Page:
A new report looked at the economic impact of the Beatrice wind farm – the largest offshore project of its kind in the UK.
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One of the world’s largest wind farms should provide a £2.4 billion boost to the economy over its lifetime, according to new research.
A study for energy giant SSE found that the Beatrice wind farm – which is capable of providing enough electricity to supply up to 450,000 homes a year – would generate the economic value over its lifetime.
That includes a £1 billion contribution to the Scottish economy, the report by BIGGAR Economics said.
The 84 turbine offshore wind farm, which is sited eight miles (13km) off the coast of Caithness in the North Sea, was completed in June.
Having cost £2.5 billion to develop and construct, it is the fourth largest offshore wind farm in the world and the biggest in the UK.
The massive wind farm is a joint venture between SSE Renewables, Copenhagen Infrastructure Partners, and Red Rock Power Limited.
Jim Smith, managing director of lead development partner SSE Renewables, said: “The successful commissioning of Beatrice marks the end of a 10-year journey. In that time thousands of people have, directly and indirectly, contributed to the development and construction of this world-class renewable generation site.”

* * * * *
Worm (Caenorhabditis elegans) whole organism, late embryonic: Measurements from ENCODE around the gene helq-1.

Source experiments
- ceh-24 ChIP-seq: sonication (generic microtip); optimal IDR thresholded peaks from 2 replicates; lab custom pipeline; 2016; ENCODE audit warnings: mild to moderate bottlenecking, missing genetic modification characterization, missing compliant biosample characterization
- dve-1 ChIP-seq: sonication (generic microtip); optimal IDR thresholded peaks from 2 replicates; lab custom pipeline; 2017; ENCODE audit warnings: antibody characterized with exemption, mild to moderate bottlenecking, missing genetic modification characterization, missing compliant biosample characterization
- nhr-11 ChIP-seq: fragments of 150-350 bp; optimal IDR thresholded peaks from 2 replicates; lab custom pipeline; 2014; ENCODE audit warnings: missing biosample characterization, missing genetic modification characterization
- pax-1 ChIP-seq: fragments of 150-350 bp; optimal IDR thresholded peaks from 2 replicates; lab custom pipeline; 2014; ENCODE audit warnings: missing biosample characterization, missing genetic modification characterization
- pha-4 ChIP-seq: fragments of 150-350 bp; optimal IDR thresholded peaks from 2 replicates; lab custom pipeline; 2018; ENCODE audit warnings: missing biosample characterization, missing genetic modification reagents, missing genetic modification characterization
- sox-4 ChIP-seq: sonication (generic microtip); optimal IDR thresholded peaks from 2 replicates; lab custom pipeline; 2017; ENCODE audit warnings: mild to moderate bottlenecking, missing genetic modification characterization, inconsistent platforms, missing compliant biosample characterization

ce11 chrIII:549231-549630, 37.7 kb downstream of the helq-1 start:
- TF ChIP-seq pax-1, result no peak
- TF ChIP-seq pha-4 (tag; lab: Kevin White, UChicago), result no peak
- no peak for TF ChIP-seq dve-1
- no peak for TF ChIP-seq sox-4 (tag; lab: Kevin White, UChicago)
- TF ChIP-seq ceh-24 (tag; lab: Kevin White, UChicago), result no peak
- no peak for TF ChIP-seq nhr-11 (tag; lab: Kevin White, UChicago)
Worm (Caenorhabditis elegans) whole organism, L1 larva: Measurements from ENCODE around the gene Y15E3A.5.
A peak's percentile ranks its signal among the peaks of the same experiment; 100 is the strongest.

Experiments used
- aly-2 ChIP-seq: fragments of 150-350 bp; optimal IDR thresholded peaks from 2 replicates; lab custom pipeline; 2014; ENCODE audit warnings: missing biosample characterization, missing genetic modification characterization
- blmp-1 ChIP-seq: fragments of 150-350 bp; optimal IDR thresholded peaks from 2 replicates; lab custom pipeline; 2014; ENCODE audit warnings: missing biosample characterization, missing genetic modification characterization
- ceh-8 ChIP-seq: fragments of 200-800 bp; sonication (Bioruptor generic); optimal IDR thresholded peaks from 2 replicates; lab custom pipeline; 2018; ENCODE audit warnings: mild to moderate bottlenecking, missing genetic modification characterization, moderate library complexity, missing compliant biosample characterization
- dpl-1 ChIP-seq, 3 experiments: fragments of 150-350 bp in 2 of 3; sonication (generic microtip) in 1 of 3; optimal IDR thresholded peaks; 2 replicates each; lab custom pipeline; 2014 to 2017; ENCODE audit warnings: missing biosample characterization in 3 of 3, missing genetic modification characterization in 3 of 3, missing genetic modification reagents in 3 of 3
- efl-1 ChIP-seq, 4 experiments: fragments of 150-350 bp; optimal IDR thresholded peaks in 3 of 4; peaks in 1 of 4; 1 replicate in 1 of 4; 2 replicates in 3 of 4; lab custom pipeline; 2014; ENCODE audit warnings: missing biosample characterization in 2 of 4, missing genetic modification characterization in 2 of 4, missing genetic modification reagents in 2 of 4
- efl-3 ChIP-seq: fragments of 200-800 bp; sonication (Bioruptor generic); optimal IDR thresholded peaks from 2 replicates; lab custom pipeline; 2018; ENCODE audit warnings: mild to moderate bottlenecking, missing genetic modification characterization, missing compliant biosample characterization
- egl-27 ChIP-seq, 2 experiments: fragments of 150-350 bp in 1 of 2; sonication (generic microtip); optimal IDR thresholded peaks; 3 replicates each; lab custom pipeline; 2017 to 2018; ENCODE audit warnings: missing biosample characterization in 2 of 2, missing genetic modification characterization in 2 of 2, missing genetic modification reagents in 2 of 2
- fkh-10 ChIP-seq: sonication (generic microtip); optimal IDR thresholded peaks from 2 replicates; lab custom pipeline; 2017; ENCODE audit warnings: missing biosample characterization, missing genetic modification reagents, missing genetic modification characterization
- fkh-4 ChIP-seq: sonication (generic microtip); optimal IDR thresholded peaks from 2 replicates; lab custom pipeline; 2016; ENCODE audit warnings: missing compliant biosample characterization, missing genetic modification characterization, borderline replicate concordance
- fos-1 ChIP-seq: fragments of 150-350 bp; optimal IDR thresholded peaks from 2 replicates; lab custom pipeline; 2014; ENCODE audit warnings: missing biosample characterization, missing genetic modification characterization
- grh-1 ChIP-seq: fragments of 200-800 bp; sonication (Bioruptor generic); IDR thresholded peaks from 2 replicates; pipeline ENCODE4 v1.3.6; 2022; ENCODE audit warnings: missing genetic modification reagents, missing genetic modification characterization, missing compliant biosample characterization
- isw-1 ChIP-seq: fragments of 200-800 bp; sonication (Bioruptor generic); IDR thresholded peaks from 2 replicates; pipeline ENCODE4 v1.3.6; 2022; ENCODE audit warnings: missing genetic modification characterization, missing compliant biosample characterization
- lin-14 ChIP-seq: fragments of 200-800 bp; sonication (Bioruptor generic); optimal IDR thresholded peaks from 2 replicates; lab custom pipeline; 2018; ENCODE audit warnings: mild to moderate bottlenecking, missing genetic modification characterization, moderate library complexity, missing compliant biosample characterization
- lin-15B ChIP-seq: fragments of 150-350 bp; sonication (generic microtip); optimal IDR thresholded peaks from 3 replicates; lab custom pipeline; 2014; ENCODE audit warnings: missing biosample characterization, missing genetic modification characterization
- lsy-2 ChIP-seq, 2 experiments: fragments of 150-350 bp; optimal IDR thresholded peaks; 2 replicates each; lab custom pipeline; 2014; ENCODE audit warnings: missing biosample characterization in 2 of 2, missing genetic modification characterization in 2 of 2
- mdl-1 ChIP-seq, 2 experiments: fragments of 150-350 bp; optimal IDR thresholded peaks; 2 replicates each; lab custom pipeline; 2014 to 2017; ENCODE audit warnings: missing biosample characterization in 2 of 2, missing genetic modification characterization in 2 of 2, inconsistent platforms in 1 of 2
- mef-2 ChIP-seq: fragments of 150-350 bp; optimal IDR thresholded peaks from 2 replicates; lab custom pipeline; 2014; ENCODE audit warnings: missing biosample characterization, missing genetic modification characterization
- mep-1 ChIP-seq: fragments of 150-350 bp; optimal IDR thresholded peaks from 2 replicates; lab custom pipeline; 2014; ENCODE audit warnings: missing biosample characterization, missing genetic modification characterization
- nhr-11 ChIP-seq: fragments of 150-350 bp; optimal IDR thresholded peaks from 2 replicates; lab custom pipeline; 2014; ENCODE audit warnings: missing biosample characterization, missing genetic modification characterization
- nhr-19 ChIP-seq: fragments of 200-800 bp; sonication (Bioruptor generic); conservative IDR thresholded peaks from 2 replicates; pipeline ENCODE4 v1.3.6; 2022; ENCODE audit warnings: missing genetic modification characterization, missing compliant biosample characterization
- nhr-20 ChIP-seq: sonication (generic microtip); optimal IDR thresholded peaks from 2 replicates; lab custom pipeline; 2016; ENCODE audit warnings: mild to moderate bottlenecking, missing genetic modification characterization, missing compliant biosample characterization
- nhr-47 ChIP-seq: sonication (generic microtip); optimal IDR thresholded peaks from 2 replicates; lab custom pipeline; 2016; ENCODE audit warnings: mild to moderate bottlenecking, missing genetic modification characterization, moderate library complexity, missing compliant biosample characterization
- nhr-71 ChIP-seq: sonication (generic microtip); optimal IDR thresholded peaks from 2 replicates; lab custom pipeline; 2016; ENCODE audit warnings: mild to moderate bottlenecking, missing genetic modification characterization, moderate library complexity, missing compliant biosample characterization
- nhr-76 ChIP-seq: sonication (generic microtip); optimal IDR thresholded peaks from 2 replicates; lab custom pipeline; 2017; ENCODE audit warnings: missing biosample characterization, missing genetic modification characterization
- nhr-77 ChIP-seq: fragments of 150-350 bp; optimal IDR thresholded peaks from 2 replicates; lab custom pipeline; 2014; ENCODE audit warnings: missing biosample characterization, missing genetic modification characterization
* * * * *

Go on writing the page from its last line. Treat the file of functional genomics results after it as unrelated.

He added: “Beatrice delivers transformative socio-economic benefits to the UK, Scotland and to the regions, not just during construction but for decades to come.
“This is borne out in the publication today of an important independent analysis which demonstrates that Beatrice will deliver a multibillion-pound boost to the UK economy over its full lifetime, from initial development to the end of its operational life.”
Mr Smith said: “Beatrice has been a mammoth project, not just for SSE Renewables and our project partners, but also for Scotland and the UK as a whole.
“The project has already brought significant jobs and economic activity to the UK and Scotland through development and construction, and now it’s clear that Beatrice will bring an even greater contribution to the UK and Scottish economies throughout its operational phase.”
Scottish Energy Minister Paul Wheelhouse said: “To see that the lifetime economic impact of the project will exceed £1.0 billion for the Scottish economy is very encouraging.
“The positive impacts can already be seen in terms of the regeneration of Wick Harbour, while Scottish fabricators and suppliers have played a significant role in the construction phase too."